Given an opportunity to replace every member of Congress, 60 percent of Americans would favor an all-inclusive congressional overhaul, while only 35 percent said they would keep some members, according to a NBC/Wall Street Journal poll released Thursday.
The new fire-them-all figure -- the highest percentage that poll has ever recorded -- appears as the government has been shut down for more than a week and the U.S. approaches a historic default on Oct. 17.
Frustration with Congress has seen a dramatic spike, with multiple surveys indicating that Republicans face a larger portion of the blame. In October 2010, the NBC/WSJ poll found that 47 to 50 percent of Americans opposed firing all members of Congress. But by August 2011, 54 percent were ready to throw out every last lawmaker, and that number has been rising ever since.
Fred Yang, a Democratic pollster who helped conduct the poll, said the latest numbers suggest that Americans are very frustrated and want Congress to resolve the shutdown before the debt ceiling deadline.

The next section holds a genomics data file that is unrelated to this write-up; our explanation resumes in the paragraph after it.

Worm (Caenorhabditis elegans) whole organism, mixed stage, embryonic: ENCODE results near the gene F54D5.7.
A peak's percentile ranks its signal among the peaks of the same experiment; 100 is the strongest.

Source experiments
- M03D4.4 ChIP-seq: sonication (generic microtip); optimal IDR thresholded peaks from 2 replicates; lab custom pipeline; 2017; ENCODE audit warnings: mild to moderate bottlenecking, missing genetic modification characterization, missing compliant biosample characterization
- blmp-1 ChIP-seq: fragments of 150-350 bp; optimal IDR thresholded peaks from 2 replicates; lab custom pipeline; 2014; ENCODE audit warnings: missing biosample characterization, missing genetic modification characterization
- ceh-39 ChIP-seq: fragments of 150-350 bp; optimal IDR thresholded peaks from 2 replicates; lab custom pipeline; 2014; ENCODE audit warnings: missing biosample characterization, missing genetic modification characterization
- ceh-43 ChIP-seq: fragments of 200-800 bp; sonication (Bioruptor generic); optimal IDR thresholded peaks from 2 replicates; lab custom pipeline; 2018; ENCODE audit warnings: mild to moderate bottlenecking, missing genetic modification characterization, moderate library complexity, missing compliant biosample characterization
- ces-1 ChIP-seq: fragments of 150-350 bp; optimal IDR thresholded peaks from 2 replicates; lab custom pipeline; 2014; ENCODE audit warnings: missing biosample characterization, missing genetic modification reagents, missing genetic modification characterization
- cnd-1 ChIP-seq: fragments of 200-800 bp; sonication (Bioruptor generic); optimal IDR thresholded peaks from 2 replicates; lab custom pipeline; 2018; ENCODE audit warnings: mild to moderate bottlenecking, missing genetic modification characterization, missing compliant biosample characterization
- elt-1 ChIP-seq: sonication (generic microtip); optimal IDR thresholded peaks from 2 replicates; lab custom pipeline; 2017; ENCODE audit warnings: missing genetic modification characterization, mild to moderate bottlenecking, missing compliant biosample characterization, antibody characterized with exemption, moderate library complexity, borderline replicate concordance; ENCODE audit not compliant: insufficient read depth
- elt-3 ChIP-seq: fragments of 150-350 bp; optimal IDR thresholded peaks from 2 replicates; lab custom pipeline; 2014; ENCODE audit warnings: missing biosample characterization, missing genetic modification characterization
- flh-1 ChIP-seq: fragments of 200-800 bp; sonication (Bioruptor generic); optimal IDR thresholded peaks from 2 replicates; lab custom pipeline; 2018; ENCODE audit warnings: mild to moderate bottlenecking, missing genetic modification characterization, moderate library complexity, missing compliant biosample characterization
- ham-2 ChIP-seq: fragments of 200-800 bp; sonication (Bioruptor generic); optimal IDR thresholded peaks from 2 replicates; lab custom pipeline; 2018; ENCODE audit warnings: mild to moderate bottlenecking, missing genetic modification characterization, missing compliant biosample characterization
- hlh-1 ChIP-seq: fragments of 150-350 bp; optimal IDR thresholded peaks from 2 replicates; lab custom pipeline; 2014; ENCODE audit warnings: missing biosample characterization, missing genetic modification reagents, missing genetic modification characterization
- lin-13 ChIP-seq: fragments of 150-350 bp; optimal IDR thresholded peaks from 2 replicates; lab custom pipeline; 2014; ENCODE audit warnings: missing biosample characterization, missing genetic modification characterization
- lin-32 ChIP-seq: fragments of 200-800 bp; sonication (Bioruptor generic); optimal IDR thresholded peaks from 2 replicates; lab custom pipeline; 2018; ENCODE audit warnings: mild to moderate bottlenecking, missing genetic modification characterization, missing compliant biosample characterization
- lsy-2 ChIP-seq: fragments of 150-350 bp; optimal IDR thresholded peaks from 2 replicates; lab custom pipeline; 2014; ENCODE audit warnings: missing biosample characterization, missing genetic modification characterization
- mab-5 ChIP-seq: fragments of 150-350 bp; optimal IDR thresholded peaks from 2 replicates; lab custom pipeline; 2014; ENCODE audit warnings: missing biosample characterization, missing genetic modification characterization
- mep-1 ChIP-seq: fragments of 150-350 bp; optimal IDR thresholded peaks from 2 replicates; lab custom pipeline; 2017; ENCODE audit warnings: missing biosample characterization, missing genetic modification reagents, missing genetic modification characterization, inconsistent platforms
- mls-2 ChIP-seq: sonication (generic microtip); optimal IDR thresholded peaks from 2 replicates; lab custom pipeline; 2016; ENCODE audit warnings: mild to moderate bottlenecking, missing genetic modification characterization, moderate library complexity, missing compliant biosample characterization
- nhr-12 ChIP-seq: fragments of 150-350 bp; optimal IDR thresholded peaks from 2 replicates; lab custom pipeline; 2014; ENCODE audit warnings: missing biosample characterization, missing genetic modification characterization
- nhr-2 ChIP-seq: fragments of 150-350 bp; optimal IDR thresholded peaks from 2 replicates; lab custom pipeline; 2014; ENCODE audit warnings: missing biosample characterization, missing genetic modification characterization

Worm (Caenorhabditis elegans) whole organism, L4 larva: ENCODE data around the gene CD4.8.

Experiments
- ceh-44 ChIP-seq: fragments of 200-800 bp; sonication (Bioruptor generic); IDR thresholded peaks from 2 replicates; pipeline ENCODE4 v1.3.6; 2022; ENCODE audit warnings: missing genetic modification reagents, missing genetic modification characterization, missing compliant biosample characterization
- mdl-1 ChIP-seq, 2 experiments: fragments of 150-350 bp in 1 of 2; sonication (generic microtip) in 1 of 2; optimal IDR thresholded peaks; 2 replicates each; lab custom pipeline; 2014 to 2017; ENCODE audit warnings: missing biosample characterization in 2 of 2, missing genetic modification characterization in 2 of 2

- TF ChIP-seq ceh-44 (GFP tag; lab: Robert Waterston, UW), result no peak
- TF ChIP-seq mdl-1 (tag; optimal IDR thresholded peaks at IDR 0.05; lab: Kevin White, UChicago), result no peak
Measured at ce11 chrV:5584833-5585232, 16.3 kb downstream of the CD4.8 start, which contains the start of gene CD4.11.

“This isn’t the calm before the storm. This is the storm before the storm," Yang said.
Some sectors of the population were more eager than others to throw out the entire Congress. Seventy percent of rural voters and white independents said they would replace every legislator, while 67 percent of those in Republican-held congressional districts agreed. Consistent with previous polling on party blame, only 52 percent of those living in Democratic-held districts wanted to replace every lawmaker.
In another record-setting figure for the NBC/WSJ poll, only 14 percent of Americans believe the U.S. is on the right path -- a significant drop from 30 percent in September. NBC reports that's the biggest single-month drop on that question since the shutdown of 1990.
The NBC/WSJ poll surveyed 800 adults from Oct. 7 to Oct. 9.